What it’s like firing a T70 around Daytona

Historic Racing News

Two big bruising sports cars at Daytona, one lucky driver – Dickie Meaden

Daytona. One of the all-time great circuits, and home of NASCAR’s biggest race.

In recent years Daytona has also played host to one of historic racing’s biggest and most enjoyable meetings: the Classic 24 at Daytona. Organised by US race promoter HSR, the Classic 24 is run along much the same lines as Peter Auto’s Le Mans Classic, with six grids contesting four races each spread across a 24-hour period from Saturday to Sunday afternoon.

It’s a meeting I’ve wanted to do since it began, but it wasn’t until this year that the planets aligned. And in some style, it has to be said, as I bagged a drive with Iconic Racing in a Broadley T76 (a perfect recreation of the Lola T70 Mk3B, endorsed by the late Eric Broadley and built to original blueprints by former Lola employees) dressed in Penske-Donohue’s 1969 Daytona 24-winning Sunoco colours. As if that wasn’t enough, I also shared Iconic Racing’s works Corvette C7R that took GTLM class victory in the 2015 Daytona Rolex 24.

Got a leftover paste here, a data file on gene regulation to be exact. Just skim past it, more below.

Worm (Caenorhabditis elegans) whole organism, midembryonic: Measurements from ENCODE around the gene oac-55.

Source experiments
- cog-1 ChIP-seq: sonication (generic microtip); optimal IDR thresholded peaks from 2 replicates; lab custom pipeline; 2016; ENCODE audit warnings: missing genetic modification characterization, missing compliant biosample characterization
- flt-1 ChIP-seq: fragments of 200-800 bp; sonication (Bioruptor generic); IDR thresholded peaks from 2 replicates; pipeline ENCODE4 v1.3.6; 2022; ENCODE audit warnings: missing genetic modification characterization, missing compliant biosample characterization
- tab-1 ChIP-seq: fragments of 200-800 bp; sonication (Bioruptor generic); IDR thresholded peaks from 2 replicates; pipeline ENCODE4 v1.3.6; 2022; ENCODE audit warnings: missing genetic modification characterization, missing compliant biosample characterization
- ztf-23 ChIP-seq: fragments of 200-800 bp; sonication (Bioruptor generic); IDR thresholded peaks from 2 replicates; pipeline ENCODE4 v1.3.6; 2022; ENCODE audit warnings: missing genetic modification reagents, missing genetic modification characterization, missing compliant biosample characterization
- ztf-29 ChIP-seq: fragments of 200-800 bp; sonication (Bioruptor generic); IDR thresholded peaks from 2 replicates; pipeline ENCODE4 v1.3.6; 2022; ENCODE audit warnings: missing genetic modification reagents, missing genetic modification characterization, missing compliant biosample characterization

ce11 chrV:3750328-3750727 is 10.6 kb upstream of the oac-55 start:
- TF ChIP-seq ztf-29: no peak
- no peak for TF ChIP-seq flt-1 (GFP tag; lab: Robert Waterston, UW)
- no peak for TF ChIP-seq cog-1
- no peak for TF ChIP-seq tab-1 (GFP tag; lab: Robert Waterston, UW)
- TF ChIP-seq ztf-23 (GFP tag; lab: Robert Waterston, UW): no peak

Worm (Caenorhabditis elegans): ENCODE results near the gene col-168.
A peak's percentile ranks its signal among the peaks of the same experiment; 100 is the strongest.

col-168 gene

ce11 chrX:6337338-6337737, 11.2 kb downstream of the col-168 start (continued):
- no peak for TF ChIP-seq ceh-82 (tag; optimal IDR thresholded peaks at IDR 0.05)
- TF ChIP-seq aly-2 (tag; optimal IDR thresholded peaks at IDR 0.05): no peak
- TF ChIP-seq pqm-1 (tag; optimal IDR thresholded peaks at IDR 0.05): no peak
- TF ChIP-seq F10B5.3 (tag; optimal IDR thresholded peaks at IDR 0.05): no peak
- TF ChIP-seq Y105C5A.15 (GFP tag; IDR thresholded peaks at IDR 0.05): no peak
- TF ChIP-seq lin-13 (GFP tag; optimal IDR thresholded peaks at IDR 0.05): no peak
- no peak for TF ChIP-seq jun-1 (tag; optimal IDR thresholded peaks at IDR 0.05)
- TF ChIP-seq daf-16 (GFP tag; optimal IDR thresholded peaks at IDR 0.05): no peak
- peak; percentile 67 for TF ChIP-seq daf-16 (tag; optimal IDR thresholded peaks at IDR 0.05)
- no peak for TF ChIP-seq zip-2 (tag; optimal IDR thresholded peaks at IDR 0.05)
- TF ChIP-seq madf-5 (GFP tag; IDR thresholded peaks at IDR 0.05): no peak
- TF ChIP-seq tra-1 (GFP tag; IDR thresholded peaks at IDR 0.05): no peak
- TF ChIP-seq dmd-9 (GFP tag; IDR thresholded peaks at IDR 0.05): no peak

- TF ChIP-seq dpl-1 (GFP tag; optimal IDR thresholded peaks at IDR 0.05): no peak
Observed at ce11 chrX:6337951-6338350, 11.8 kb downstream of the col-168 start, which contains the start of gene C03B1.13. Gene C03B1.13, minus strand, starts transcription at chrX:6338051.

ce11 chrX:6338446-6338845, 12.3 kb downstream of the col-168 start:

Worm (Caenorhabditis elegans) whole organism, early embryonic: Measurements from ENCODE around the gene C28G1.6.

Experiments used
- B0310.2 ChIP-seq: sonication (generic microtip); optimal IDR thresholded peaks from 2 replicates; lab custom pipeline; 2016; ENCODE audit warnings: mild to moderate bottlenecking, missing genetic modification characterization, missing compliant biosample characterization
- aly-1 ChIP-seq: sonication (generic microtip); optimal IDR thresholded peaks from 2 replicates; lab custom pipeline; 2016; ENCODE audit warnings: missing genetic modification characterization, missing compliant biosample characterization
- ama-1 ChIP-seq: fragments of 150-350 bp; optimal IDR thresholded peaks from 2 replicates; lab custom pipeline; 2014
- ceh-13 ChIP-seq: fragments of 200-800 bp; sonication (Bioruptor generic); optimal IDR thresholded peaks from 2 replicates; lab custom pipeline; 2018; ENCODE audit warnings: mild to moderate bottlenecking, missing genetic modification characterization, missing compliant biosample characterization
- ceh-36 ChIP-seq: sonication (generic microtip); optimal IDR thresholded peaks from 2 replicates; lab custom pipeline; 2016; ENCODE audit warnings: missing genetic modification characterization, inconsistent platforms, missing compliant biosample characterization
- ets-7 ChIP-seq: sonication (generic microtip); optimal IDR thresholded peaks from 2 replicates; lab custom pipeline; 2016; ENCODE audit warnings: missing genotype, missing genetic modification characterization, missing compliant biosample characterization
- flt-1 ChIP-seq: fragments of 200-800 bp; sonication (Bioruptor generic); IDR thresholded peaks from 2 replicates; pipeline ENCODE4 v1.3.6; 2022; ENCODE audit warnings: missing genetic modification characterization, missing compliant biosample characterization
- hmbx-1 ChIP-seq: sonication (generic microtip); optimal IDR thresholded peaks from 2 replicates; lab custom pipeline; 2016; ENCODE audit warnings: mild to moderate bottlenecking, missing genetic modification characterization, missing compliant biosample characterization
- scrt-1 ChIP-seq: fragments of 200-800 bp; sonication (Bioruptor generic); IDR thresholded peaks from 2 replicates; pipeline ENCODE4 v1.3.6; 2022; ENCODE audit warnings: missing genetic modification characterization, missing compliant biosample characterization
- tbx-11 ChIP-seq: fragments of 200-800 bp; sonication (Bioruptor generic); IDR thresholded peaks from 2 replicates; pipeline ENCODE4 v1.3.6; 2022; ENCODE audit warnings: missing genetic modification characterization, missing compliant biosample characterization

Yes, the ‘Vette is a very modern car to take part in a historic race meeting, but it’s part of the beauty of the Classic 24 that modern icons are included. Besides, what’s not to like about seeing Daytona 24 winner Andy Wallace driving flat-out (as ever) in the fabulous Champion Racing Audi R8?

From the moment you arrive at Daytona the place overwhelms you. The size of the place is ridiculous. And then you see how steep the banking is. It’s a very intimidating place. Not least because there’s no easy way to build up to it. You can hardly go out for a slow sighting lap when others are topping 200mph, so you simply take a deep breath and go for it.

In my experience there are some circuits you click with immediately, while others take years to gel with. Much to my relief Daytona is very much in the former category, even though the first few times around the banking feel utterly disconcerting. The infield is simple, but strangely satisfying, as there’s far more to learn about it that first glance suggests.

We’ll be running a full story on racing the T70 and Corvette in the next issue of Motor Sport magazine (which in turn will appear on motorsportmagazine.com), so I won’t spill all the beans from the weekend yet. Suffice to say it was an unforgettable experience.

To give you an idea of what it’s like to fire a T70 around Daytona, take a look at the in-car footage from my qualifying lap. It’s a bit rough around the edges, but the wobbly camera and deafening noise captures the exquisite violence of hurtling around this incredible track in pursuit of pole position. My ears haven’t stopped ringing yet, but I can’t wait to go back.

Photos: Lola courtesy of Iconic Racing/Sassography, Corvette courtesy of Nigel Scott Dobbie

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